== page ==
Menu

Press Release: Prisoner Challenges Law that Authorizes Extreme Form of Solitary Confinement 

For Immediate Release 

Halifax, Nova Scotia (November 9, 2020): Lisa Adams, a mother from New Brunswick, is in Court on Monday to challenge a law that saw her held unlawfully for 16 days in conditions that have been found to violate the Canadian Charter and to amount to torture in international law. Ms. Adams lives with debilitating mental health and addiction challenges connected to a history of childhood trauma. Her addiction led to her arrest and incarceration at Nova Institution for Women (Nova) in Truro, Nova Scotia. While imprisoned at Nova, staff accused Ms. Adams of bringing drugs into the prison and as a result held her: in segregation, under direct observation, with the lights on 24/7, limited all human contact, denied her meaningful access to a lawyer, and watched her use the toilet for 16 days. This practice, called “dry celling” is cruel, inhumane and contrary to the law.

The prison mental health team raised concerns that the “dry cell” procedure would significantly exacerbate Ms. Adams’s prior mental health challenges and their concerns were ignored. Ms. Adams clearly indicated she wasn’t carrying drugs and begged to have an x-ray as evidence. An x-ray was not properly facilitated. Eventually, Ms. Adams was forced to arrange for her own medical cavity search in order to prove to prison management she did not have drugs on her person. Without Ms. Adams’s resourceful and resilient self- advocacy, she might still be in “dry cell” months after the initial placement.

Ms. Adams is challenging the law, s. 52(b) of the Corrections and Conditional Release Act, that gave prison management the authority to hold her in a “dry cell” for an indefinite period of time. This law is contrary to s. 12 and s. 7 of the Charter as the practice of “dry celling” a person is cruel and unusual punishment and contrary to one’s rights to life, liberty, and security of the person. Further, this law discriminates against women and those with disabilities contrary to s. 15 of the Charter as it is premised on a prisoner being required to expel contraband from their body cavities. In Ms. Adams’s case, prison authorities accused her of holding contraband in her vagina, a cavity from which nothing can be expelled. Thus, for a person wrongly accused of storing contraband in their vagina, this law gives prison management the authority to hold them indefinitely in inhumane conditions.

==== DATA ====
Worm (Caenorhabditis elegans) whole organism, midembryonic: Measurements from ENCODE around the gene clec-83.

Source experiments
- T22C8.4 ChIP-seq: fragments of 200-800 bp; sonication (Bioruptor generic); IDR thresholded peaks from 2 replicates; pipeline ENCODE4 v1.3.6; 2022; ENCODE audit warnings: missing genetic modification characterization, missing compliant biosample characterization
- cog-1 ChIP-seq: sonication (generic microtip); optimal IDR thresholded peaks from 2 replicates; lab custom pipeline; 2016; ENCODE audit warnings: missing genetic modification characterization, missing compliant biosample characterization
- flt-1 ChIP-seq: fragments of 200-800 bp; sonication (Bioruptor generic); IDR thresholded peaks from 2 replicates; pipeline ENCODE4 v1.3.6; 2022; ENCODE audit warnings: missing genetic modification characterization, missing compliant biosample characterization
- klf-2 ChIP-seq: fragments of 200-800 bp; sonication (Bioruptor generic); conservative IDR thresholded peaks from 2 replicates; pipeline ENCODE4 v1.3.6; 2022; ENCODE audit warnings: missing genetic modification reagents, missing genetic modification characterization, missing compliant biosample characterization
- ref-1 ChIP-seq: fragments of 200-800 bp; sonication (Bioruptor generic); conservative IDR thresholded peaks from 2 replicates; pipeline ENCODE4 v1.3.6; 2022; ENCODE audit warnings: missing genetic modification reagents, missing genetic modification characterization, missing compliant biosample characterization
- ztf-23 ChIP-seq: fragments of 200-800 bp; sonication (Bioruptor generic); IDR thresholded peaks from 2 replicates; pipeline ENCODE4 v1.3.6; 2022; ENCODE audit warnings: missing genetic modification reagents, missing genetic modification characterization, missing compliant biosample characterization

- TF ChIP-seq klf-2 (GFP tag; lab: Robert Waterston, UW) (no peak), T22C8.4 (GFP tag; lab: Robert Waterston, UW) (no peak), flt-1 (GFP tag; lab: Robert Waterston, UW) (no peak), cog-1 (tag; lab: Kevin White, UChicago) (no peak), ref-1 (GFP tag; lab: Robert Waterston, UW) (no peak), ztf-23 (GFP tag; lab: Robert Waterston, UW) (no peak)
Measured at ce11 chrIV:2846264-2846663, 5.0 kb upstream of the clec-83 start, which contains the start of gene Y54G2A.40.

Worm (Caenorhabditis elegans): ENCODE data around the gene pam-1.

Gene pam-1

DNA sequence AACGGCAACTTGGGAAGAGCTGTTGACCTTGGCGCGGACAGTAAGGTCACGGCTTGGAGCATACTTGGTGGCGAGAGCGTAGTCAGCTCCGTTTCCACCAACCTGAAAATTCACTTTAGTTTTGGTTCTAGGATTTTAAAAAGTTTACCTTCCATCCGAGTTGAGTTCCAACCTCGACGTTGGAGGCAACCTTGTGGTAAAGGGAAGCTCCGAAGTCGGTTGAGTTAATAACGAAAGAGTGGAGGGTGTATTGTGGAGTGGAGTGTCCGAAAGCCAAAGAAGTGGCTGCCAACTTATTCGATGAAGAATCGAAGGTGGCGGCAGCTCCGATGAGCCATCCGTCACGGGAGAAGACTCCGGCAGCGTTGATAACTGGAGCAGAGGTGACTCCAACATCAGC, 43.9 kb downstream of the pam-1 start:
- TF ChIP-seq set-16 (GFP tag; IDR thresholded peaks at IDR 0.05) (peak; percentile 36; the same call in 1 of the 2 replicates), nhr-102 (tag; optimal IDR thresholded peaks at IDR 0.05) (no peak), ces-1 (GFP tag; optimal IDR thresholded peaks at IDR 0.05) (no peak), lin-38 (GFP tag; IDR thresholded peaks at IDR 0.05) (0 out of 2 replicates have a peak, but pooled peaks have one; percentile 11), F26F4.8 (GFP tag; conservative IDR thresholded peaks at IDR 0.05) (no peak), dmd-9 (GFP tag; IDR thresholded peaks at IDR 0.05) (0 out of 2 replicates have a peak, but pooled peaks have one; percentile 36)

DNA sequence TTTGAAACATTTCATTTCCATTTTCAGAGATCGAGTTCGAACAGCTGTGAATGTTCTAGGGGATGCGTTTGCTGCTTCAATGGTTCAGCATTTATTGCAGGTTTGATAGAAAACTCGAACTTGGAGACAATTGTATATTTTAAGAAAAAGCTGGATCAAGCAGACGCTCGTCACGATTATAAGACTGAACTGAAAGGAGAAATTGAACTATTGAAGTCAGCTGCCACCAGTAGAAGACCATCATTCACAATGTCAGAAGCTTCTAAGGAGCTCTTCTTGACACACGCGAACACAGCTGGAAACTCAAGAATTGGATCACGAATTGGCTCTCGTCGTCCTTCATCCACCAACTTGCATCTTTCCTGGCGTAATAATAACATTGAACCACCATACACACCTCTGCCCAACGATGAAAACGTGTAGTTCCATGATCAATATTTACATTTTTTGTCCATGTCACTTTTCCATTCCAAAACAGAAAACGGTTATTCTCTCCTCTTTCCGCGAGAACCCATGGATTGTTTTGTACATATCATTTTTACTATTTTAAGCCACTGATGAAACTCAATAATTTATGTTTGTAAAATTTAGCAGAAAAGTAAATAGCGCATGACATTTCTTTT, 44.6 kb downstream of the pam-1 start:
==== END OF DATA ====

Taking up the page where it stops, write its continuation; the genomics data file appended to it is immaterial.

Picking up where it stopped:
Emma Halpern and Jessica Rose of the Elizabeth Fry Society of Mainland Nova Scotia have worked closely with Ms. Adams and are representing her at her habeas corpus hearing on Monday: “Ms. Adams has endured torture at the hands of the state that has been recognized in multiple forums to be unlawful. Section 52(b) of the CCRA authorizes the torture of prisoners, particularly women prisoners, and this law must be struck down.”

The BC Civil Liberties Association provided support for this case. Jessica Magonet, Staff Lawyer at the BC Civil Liberties Association states: “The law on dry cells is egregious, discriminatory, and has no place in our constitutional democracy. It should be the source of national shame. No one deserves to be subjected to such dehumanizing treatment.”

“The public was told that Bill C-83 would do away with segregation, however, the type of segregation that Lisa endured falls outside of the scope of the changes under Bill C-83. CAEFS has long called for the elimination of all forms of segregation, including ‘dry-celling’, to bring Canada in line with both international and national standards. More importantly, we need to eliminate all forms of segregation to protect against the egregious violations of human rights and torture that Lisa experienced. Lisa is a human – a mother, a community member – and this treatment is inhumane. To put Lisa, someone who already lives with mental illness, in such inhumane conditions demonstrates what we have continued to observe from CSC: the prioritizing of ‘security’, however limited the threat, over care of the person. Lisa needs support and resources to help her heal – not punishment”- Emilie Coyle, Executive Director of the Canadian Association of Elizabeth Fry Societies. 

Undated photo of Lisa Adams

The following individuals are available for interviews:

  • Emma Halpern, Executive Director of the Elizabeth Fry Society of Mainland Nova Scotia: (902) 221-5851 or [email protected]
  • Jessica Rose, Staff Lawyer of the Elizabeth Fry Society of Mainland Nova Scotia: (902) 240-8774 or [email protected]
  • Jessica Magonet, Staff Lawyer at the BC Civil Liberties Association: (604) 359-2415 or [email protected]
  • Emilie Coyle, Executive Director of the Canadian Association of Elizabeth Fry Societies: (613) 316-6785 or [email protected]